Straus: Porter and Jason Kreis did masterful jobs in 2013, and Oscar Pareja certainly deserves plaudits for his work in Colorado. But Petke is the coach of the year. Not only did he lead the once dysfunctional New York Red Bulls to the first major trophy in the its star-crossed 18-year history, he did so with zero job security and no guarantee that the club’s big-name players would fall into line.

Portland was invested in Porter. He had some wiggle room in his first year. Kreis’ word is law in Salt Lake. Meanwhile, Petke was the default choice in New York, which couldn’t land any number of preferred foreign candidates. Despite his very short leash and next to no mandate, he brought the best out of several key players and had the courage to assert his authority following a dust-up with Thierry Henry. Petke helped Cahill find his groove, helped the Red Bulls improve in back and inspired a culture change at a club that needed one.

Abnos: It's a very, very tough choice between Petke and Porter for me: two first-year head coaches at the professional level who had profound, transformative impacts on their teams.  Either would be a worthy winner, but at the moment I'm leaning toward Petke. He had bigger personalities to deal with, a generation more of misery to overcome, and he had to manage all that as his club's backup plan at the position.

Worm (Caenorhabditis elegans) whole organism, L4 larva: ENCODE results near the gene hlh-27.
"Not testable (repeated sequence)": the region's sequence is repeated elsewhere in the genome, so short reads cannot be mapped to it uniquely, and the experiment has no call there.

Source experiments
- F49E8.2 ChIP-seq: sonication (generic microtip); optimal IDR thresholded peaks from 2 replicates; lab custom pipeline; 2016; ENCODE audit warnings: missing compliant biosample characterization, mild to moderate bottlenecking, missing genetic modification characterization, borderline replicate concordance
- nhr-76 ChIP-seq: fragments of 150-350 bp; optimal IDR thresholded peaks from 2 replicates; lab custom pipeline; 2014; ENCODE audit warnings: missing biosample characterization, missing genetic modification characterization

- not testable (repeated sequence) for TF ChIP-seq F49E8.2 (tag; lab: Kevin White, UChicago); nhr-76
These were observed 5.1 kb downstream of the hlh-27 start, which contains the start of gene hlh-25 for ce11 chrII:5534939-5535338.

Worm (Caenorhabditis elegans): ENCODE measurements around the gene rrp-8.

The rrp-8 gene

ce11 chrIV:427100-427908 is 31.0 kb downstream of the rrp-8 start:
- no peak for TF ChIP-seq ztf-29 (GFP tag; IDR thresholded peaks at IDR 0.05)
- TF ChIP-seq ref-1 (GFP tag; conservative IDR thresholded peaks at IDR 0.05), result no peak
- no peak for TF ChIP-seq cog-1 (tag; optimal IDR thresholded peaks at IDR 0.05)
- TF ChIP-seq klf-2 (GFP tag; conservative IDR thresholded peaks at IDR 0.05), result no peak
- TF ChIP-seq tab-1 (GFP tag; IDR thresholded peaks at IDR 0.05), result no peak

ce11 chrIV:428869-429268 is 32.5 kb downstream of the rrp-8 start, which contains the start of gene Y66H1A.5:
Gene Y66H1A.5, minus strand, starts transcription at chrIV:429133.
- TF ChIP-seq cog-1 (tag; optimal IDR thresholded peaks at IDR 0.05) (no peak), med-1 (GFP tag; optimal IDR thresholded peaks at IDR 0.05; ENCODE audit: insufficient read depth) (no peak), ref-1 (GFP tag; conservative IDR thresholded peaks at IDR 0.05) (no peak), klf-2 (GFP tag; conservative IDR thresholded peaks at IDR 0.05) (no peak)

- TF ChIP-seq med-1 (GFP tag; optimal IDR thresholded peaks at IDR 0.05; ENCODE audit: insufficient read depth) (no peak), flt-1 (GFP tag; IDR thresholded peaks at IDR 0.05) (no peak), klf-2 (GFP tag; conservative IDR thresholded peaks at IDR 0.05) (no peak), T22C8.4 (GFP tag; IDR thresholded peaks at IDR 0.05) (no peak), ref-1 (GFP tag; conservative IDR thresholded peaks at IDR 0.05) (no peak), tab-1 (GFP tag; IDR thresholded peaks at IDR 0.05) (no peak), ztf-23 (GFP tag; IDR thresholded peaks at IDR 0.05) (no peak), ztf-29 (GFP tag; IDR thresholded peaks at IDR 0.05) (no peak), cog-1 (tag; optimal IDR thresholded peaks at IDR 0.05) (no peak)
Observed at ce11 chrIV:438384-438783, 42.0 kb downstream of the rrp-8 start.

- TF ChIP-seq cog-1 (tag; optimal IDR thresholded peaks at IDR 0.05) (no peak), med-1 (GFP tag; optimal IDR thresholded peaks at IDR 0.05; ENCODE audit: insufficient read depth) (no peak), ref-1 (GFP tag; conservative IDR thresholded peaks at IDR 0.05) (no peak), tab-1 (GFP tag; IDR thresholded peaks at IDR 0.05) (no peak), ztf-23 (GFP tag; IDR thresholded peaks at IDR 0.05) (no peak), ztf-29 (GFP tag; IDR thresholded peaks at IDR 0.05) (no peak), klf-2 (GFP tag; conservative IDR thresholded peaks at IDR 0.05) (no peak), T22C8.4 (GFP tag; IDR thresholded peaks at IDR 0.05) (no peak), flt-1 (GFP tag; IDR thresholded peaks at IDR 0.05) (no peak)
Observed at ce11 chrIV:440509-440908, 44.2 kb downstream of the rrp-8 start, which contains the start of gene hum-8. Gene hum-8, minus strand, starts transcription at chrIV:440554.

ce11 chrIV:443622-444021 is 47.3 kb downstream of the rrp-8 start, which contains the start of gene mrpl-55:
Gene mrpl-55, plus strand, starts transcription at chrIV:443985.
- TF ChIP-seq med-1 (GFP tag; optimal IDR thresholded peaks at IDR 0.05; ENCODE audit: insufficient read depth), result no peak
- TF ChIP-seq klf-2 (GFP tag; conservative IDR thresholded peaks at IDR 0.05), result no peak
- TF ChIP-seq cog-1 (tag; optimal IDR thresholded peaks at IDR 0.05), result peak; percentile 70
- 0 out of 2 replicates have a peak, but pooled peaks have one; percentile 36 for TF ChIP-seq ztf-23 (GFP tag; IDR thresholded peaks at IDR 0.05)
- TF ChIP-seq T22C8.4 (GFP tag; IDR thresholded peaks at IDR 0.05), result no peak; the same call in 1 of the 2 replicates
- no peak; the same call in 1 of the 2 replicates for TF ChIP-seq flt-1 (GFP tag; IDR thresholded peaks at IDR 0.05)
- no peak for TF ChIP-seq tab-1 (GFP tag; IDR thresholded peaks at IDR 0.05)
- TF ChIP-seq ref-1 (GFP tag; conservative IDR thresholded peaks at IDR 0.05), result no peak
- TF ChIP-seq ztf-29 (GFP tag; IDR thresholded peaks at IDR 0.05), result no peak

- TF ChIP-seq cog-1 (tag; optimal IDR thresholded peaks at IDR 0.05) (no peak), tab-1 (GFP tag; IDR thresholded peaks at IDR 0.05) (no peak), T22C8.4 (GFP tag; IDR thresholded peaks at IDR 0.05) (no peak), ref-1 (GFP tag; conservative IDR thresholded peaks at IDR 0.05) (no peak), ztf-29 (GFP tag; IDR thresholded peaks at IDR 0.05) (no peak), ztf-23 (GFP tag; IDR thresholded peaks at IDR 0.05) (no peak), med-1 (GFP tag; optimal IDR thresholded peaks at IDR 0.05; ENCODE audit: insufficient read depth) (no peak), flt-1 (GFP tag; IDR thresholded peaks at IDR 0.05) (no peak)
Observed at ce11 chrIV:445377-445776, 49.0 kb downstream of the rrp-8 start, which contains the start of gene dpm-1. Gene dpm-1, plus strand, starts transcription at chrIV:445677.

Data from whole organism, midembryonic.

Creditor: Let's start by saying there is a slew of talented young coaches in MLS, and that is fantastic news. Petke, Porter, Pareja and Kreis all lifted their teams to new heights. Pair that with veteran American coaches like Bruce Arena, Dom Kinnear and Peter Vermes each keeping their teams in contention, and the stability factor across the board appears to be growing. That said, Petke narrowly edges out Porter and Pareja for me, as he changed the RBNY culture and guided the club to a Supporters' Shield. Not bad for a last-resort option with no prior head coaching experience.

Who is your MLS Best XI?

Wahl: Goalkeeper - Nick Rimando; Defenders - Young-Pyo Lee; José Gonçalves; Matt Besler; Chris Klute; Midfielders - Will Johnson, Tim Cahill, Graham Zusi; Forwards - Mike Magee, Robbie Keane, Marco Di Vaio.